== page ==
• The restructuring of the RAC cluster so that it could be opened for queries and reporting; thus, reducing some load on the primary database. During this period, the archived redo logs will be transferred from the primary site to a standby site and will be applied when the database is put back in recovery mode.

  • The Recovery MANager (RMAN) could be used to back up the standby database, which can then be used for recovery of the primary database using the traditional backup/recovery method. Up to four standby databases could be configured in managed recovery mode.

The next section will introduce the Oracle9i Data Guard feature.

Introduction to Oracle 9i Data Guard Standby Database

Each of the two Releases of Oracle9i offered improvements that represented advancements in database technology.  A summary of the changes is presented below.

Standby Database Enhancements in 9i Release 1

In Release 1 of Oracle 9i, RAC cluster technology was renamed to Data Guard technology and Data Guard Broker was introduced. Data Guard Broker is a distributed management framework which simplifies the configuration and management of the Data Guard configuration.

Two new concepts were introduced to safeguard against data loss: no data loss and no data divergence.  In no data loss mode, a transaction is not committed on the primary database until it is committed on at least one standby database. In no data divergence mode, the primary database will shut down if it cannot distribute the archive log to at least one standby database.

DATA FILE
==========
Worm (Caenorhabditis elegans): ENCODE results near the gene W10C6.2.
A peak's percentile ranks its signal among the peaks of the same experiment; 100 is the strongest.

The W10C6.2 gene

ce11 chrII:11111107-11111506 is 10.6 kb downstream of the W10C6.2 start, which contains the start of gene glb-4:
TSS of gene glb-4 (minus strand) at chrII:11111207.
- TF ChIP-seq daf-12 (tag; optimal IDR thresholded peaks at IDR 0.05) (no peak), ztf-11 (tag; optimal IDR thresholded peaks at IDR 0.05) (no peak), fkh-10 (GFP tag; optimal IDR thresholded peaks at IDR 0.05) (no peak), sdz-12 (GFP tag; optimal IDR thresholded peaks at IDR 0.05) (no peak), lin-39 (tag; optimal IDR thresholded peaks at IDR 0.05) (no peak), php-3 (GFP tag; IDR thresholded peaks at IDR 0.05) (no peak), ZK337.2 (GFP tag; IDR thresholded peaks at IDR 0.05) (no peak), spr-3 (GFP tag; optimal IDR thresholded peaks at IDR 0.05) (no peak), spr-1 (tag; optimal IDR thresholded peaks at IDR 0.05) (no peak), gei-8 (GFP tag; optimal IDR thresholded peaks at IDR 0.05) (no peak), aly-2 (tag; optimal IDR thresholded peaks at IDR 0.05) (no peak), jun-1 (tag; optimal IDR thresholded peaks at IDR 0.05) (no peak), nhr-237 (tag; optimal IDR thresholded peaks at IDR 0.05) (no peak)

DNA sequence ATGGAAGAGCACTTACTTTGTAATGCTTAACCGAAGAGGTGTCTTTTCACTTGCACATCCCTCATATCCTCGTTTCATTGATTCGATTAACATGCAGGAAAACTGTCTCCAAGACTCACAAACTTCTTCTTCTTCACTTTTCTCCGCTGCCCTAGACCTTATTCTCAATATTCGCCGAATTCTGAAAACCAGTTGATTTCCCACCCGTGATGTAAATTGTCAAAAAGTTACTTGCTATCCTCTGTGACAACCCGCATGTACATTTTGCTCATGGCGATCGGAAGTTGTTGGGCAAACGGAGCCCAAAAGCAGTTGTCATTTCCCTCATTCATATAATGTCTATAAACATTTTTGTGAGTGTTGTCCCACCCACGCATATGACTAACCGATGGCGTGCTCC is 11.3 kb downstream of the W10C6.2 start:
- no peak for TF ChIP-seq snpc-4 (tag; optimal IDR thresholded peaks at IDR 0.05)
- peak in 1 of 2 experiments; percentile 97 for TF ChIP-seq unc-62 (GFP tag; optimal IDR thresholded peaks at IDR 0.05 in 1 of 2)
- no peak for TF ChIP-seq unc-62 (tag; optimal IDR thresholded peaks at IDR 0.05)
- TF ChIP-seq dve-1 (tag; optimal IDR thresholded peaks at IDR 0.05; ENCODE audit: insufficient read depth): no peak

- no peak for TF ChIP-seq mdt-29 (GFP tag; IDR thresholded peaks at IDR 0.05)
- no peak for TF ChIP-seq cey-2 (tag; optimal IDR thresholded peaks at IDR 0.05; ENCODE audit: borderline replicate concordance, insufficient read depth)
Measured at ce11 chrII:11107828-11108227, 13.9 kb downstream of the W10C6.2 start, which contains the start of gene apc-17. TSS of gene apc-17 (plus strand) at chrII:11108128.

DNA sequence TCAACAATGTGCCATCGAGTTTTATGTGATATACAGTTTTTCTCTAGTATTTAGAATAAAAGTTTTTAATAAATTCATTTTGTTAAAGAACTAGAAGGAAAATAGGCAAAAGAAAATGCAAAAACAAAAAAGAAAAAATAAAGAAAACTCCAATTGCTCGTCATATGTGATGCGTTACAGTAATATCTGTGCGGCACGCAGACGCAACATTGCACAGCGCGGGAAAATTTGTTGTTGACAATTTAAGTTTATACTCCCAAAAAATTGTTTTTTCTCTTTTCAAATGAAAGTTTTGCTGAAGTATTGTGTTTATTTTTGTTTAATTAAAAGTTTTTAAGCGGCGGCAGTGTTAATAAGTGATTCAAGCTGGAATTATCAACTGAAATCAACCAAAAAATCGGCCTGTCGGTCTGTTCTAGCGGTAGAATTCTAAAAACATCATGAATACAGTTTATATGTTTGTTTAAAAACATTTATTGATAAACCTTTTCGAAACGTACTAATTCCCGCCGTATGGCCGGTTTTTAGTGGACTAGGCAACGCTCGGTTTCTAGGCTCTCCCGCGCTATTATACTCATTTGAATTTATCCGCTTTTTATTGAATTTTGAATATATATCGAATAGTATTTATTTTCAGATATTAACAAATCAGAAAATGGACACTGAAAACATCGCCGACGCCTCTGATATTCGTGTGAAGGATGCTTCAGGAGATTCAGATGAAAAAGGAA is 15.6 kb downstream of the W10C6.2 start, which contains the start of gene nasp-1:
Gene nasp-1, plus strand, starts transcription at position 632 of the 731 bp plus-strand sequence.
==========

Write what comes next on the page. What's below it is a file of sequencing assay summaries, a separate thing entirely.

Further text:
Standby databases could be configured to automatically detect and resolve gap sequence. In the older versions, only the failover operation was supported, which required the recreation of the RAC cluster after the failover operation. In Oracle 9i, a new switchover operation was introduced, which does not require the rebuilding of the standby database; therefore, after a switchover operation, the primary and standby databases swap roles.

Up to nine standby databases could be created to support one primary database in managed recovery mode. In fact, Oracle9i does not mention manual recovery mode, but it can still be created.

Data Guard Standby Database Enhancements in 9i Release 2

New data protection modes were introduced in Release 2.  The new modes are:  maximum protection for no data loss; maximum availability for no data loss; and maximum performance for minimal data loss.

The logical RAC cluster is another new feature in Oracle9i Release 2. This feature enables the creation of a RAC cluster that is logically similar to the primary database but does not need to be structurally exact to the primary database. Logical standby databases can assist in creating a reporting only system from the primary database.

New data dictionary views and initialization parameters were also added to improve the management of standby database.


The above text is an excerpt from the book: Oracle Data Guard Handbook